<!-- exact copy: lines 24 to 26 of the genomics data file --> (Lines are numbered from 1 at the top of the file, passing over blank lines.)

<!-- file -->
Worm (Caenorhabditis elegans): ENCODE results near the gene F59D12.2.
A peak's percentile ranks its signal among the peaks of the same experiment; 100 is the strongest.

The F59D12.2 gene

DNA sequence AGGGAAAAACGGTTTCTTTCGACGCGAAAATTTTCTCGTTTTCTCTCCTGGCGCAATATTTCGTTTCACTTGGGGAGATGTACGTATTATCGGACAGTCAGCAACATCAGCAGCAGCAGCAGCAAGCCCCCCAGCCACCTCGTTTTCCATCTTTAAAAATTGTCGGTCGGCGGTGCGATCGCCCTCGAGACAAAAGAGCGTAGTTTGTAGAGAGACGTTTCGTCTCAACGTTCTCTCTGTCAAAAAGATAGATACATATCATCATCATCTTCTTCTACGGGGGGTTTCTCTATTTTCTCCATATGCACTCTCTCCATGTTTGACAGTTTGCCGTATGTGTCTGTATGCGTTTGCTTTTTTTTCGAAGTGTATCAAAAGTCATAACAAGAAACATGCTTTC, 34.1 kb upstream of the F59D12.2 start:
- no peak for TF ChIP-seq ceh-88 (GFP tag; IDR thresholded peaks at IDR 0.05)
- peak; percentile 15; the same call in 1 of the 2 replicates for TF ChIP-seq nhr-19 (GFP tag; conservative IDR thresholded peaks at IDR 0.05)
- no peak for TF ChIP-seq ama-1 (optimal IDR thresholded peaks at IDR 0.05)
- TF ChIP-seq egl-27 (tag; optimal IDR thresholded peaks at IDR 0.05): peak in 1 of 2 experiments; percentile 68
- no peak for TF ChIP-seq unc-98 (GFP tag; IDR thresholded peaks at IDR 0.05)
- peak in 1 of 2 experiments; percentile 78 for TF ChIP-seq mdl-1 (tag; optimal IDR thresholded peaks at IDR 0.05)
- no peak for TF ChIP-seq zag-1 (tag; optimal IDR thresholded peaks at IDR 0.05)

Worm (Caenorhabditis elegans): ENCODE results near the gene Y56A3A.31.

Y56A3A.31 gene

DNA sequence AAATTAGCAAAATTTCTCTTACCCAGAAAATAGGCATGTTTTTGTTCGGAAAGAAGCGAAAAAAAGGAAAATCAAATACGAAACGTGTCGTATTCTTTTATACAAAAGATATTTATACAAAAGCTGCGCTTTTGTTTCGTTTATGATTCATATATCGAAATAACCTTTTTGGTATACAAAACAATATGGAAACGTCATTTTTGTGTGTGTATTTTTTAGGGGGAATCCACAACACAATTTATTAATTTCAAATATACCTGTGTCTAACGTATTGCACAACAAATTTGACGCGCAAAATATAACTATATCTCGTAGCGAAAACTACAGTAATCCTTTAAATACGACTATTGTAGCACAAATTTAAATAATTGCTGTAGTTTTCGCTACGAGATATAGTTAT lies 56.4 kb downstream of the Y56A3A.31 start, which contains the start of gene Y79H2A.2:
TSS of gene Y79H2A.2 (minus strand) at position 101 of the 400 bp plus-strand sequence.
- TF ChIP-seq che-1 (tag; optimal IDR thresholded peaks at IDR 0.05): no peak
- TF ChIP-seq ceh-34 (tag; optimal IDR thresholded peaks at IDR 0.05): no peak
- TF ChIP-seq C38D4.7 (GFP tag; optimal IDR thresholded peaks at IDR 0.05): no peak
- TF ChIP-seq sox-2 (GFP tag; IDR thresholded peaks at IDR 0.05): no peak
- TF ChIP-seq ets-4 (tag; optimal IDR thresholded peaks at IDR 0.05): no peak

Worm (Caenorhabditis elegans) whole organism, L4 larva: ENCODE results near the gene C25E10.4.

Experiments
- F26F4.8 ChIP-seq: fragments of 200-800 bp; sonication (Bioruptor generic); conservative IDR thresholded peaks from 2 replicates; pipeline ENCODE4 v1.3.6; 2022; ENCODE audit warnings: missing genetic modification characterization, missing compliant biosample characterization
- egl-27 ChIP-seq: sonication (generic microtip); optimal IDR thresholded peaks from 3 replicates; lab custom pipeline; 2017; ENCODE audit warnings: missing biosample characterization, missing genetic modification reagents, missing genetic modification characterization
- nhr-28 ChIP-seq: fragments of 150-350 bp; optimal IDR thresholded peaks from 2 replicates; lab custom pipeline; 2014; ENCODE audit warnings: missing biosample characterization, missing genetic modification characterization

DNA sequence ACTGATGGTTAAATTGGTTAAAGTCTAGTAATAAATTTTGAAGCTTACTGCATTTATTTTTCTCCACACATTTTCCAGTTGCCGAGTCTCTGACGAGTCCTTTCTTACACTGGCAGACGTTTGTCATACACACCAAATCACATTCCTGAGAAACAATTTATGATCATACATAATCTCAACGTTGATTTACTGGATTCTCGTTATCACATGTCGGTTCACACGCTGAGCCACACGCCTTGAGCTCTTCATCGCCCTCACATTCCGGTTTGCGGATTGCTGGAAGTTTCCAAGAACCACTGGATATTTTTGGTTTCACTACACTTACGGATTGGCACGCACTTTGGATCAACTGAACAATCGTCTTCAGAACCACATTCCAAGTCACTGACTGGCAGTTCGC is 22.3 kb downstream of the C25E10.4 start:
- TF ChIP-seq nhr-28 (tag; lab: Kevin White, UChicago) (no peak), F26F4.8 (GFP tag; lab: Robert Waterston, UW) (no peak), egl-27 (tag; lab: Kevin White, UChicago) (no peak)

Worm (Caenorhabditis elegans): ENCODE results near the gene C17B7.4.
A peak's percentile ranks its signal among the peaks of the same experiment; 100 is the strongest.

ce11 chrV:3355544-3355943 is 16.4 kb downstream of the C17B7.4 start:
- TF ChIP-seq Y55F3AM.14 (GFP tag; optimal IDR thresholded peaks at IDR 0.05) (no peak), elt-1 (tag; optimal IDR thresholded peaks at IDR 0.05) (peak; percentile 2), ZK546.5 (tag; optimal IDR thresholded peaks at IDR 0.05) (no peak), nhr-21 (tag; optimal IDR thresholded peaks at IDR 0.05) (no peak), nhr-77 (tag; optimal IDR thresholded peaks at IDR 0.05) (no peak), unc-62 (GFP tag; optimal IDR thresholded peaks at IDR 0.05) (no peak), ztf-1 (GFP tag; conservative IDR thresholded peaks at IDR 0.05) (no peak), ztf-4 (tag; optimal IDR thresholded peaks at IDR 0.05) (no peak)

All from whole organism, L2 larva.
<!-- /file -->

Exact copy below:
- egl-27 ChIP-seq: sonication (generic microtip); optimal IDR thresholded peaks from 3 replicates; lab custom pipeline; 2017; ENCODE audit warnings: missing biosample characterization, missing genetic modification reagents, missing genetic modification characterization
- nhr-28 ChIP-seq: fragments of 150-350 bp; optimal IDR thresholded peaks from 2 replicates; lab custom pipeline; 2014; ENCODE audit warnings: missing biosample characterization, missing genetic modification characterization

DNA sequence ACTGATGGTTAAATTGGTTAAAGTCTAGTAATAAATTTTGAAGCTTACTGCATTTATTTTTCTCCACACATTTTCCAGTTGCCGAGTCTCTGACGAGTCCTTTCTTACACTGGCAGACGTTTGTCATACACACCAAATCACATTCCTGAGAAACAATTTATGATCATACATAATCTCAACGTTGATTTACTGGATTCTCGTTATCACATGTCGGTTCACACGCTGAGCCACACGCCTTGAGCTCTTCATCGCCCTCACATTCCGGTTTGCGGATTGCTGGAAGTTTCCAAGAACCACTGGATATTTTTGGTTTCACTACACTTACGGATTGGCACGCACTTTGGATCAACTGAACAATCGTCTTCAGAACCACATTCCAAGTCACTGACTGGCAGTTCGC is 22.3 kb downstream of the C25E10.4 start: